Rep. Stephen J. Solarz (D-N.Y.) said today that a Philippine commission investigating the wealth of deposed president Ferdinand Marcos has found "dynamite documentation" that firmly links Marcos with major real estate holdings in New York.
Solarz said at a news conference, at the end of a three-day visit, that Jovito Salonga, the head of a recently appointed Presidential Commission on Good Government, showed him a document connecting Marcos with Joseph and Ralph Bernstein, two New York real estate investors who Solarz said "were responsible for the management of the Marcoses' holdings in the New York area."
Solarz, chairman of the House subcommittee on Asian and Pacific affairs, has held hearings on the "hidden wealth" of Marcos, his family and associates. The Bernstein brothers have been cited for contempt of Congress for refusing to answer questions about the Marcoses' investments.
The Bernsteins have denied acting as fronts in the purchase of Manhattan office buildings and other properties for the Marcoses, and Marcos has termed such charges "malicious lies."
"I have now seen the document with the name of President Marcos on it," Solarz said. He said Salonga had asked him not to divulge details of the document, which Solarz said "firmly establishes the link between the Bernstein brothers . . . and president Marcos for the first time."
Shortly after Marcos fled his Malacanang presidential palace last week, a Washington Post reporter saw purchase documents for a 70-story office tower at 40 Wall St. in a file marked "PFM" -- initials commonly used here for "President Ferdinand Marcos" -- in a room in the palace.
Solarz said critics of his hearings repeatedly had complained "that we didn't have a smoking gun." He added, "I think the smoking gun is now available, and I believe that it will be presented in due course to the courts and the court of public opinion."
Solarz also said he had no doubt that "Mr. Marcos is a world-class corrupter." He said he promised Salonga that he would help in efforts to recover wealth illegally invested abroad by Marcos and those close to him.
The congressman said President Reagan's offer of asylum to Marcos and his family did not extend to immunity from suits to recover ill-gotten wealth. He said that upon his return to Washington, he would ask his subcommittee to take legal steps to gain control from customs officials of documents brought to Hawaii by the Marcoses when they fled their country in the face of a military-led popular revolt. He said the documents evidently include lists of property holdings and other assets in the United States.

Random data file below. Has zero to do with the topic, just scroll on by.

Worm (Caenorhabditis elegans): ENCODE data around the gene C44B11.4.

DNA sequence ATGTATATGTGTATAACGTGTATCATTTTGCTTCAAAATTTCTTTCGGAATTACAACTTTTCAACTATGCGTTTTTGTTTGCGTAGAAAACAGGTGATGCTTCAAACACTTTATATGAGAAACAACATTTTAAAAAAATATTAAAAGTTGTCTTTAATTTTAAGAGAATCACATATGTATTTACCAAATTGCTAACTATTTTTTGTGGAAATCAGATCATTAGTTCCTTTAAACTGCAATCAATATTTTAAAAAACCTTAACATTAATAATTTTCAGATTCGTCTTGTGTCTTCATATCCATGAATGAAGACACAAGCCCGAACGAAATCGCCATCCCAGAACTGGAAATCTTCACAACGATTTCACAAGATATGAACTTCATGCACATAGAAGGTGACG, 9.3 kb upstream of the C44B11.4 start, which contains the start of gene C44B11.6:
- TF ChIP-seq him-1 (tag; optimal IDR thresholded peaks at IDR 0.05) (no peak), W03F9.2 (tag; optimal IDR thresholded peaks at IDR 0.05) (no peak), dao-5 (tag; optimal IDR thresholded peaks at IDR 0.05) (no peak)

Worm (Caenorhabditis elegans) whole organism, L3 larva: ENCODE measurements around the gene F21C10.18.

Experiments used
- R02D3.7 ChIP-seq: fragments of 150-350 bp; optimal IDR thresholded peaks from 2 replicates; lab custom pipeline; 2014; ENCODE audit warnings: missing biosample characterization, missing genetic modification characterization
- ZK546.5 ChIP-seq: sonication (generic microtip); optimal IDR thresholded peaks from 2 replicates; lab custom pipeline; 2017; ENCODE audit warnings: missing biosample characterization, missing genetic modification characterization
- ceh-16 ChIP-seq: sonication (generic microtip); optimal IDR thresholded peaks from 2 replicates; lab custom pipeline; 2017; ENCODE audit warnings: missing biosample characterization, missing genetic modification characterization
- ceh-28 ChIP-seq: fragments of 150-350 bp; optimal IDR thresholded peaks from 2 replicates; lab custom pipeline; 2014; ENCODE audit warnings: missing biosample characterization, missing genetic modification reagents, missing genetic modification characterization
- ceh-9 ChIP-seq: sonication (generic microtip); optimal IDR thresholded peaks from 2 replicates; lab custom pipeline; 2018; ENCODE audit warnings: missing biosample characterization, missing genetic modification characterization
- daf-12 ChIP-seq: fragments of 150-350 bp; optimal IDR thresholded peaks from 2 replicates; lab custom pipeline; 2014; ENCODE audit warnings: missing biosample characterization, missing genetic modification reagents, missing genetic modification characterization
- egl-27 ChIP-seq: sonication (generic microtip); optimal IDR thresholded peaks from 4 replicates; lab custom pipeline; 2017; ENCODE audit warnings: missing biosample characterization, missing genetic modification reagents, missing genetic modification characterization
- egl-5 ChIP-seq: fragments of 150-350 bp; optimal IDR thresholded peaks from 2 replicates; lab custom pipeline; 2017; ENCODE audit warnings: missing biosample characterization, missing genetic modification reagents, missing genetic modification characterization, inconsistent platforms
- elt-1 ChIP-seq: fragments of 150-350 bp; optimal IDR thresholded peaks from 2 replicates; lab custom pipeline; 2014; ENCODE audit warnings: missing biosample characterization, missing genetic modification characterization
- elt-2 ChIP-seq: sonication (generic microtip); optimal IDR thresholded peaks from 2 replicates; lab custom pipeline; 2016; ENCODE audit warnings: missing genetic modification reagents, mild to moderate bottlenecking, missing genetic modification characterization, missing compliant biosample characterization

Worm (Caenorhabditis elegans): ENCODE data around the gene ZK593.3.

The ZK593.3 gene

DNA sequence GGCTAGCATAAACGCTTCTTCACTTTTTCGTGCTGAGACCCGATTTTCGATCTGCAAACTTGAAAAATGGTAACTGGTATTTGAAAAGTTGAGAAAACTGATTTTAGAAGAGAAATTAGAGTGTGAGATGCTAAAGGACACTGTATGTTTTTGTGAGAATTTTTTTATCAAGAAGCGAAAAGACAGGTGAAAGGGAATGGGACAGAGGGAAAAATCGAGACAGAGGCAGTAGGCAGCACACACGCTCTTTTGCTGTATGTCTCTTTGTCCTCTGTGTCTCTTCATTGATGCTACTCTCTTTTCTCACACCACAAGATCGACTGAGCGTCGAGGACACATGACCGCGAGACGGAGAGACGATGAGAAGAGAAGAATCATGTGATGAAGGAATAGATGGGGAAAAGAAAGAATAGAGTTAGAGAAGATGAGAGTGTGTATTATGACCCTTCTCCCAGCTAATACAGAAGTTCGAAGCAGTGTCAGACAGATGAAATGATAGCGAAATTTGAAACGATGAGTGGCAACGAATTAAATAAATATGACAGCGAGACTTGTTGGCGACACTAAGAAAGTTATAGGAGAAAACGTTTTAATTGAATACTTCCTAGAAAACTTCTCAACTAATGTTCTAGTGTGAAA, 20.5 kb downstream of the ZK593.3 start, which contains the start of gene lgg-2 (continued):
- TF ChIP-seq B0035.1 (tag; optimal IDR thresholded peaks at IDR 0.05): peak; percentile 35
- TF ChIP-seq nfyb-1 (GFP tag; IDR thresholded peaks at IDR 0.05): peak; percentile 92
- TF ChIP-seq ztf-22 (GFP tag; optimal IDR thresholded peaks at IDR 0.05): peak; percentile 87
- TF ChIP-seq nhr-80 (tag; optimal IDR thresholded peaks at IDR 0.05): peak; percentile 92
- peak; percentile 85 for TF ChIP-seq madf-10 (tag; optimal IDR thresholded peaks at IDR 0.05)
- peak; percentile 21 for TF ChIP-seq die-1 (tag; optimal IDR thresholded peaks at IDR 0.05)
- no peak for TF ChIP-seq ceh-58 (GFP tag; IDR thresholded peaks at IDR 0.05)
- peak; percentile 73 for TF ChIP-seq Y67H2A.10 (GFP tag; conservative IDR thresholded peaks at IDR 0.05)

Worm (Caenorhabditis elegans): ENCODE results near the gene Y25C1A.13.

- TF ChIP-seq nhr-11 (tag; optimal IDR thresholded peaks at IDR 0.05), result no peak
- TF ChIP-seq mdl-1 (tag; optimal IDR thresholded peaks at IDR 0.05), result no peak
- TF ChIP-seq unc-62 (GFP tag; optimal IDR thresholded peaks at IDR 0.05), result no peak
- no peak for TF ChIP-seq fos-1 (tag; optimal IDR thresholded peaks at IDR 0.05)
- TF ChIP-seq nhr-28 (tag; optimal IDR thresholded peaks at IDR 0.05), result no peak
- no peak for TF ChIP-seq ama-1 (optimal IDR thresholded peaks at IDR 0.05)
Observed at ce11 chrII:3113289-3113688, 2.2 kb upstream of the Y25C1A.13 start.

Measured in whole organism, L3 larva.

Among other things, the Philippine government also is seeking to recover more than $1.2 million in Philippine pesos that the Marcoses and their entourage took out of the country in apparent violation of Central Bank regulations. Most of the money was found in Honolulu in boxes among the party's baggage, according to Customs Service officials.
The new government of President Corazon Aquino also is taking steps to revoke the passport of Vilma Bautista, who serves as a New York-based secretary to Marcos' wife, Imelda, and is listed as a Philippine diplomat attached to the United Nations. The government is concerned that Bautista may try to flee to avoid testifying about the Marcoses' properties.
In Washington, the administration has set up formal procedures for handling the voluminous documents Marcos brought to the United States, with a goal of safeguarding evidence for possible criminal or civil investigations here, several senior officials said.
The U.S. Customs Service is to complete an inventory of those documents this week, and a senior administration official said any records indicating that Marcos or his entourage violated U.S. laws in amassing their wealth will be referred to the Justice Department for investigation, Washington Post staff writer Dale Russakoff reported.
Those documents containing evidence being sought by foreign governments, as in the case of Aquino's probe into Marcos' wealth, would be referred to the State Department, according to the official.
At home, the government has begun trying to settle ownership claims to a major electric power plant in Manila and a network of six television and 21 radio stations, including the government television channel. The properties have been claimed by the Lopez family, whose leading members returned last week from self-exile in the United States and insisted on restitution of holdings they said were seized illegally under Marcos' 1972-81 martial-law rule.